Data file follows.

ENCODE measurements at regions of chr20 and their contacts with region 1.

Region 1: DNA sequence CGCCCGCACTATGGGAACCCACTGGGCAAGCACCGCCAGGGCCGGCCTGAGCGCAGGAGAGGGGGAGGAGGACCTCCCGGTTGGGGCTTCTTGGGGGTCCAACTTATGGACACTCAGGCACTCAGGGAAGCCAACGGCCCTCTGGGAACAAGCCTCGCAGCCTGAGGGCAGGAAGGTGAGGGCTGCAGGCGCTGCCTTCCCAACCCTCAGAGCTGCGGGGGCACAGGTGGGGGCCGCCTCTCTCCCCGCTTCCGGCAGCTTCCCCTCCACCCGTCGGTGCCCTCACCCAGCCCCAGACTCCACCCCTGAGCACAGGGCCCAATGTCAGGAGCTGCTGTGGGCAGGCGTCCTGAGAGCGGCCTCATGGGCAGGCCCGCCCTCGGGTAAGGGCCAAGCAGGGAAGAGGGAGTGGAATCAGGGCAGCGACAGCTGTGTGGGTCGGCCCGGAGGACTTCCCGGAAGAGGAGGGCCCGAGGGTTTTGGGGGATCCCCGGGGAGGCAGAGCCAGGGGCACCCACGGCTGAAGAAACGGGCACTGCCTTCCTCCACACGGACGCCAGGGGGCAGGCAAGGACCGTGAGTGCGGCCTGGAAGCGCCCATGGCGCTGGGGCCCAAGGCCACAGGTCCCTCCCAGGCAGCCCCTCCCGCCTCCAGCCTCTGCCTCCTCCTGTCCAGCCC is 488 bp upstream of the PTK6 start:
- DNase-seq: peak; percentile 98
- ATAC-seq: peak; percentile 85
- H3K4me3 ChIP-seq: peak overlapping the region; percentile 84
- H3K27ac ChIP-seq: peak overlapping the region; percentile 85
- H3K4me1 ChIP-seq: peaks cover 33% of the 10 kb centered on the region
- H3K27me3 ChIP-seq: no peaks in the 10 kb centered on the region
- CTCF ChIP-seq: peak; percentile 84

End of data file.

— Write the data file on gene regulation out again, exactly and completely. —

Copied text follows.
ENCODE measurements at regions of chr20 and their contacts with region 1.

Region 1: DNA sequence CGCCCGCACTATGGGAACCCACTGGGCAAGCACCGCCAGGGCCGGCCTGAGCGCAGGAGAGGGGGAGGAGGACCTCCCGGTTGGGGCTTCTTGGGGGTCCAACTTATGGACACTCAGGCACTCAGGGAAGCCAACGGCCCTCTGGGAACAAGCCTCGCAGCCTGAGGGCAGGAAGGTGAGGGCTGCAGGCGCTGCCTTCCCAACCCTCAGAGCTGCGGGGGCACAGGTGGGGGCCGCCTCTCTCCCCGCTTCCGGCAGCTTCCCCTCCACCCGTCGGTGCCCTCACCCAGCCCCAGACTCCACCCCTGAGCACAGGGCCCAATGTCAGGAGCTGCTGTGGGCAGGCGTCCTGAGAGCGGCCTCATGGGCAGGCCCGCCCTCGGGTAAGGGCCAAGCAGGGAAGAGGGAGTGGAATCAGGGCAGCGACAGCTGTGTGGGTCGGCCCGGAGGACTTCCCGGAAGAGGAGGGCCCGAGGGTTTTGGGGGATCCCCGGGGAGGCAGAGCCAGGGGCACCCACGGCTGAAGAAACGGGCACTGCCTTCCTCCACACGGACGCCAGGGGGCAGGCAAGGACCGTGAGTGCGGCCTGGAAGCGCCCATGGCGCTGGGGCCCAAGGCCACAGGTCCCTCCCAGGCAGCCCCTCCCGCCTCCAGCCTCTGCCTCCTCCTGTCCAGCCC is 488 bp upstream of the PTK6 start:
- DNase-seq: peak; percentile 98
- ATAC-seq: peak; percentile 85
- H3K4me3 ChIP-seq: peak overlapping the region; percentile 84
- H3K27ac ChIP-seq: peak overlapping the region; percentile 85
- H3K4me1 ChIP-seq: peaks cover 33% of the 10 kb centered on the region
- H3K27me3 ChIP-seq: no peaks in the 10 kb centered on the region
- CTCF ChIP-seq: peak; percentile 84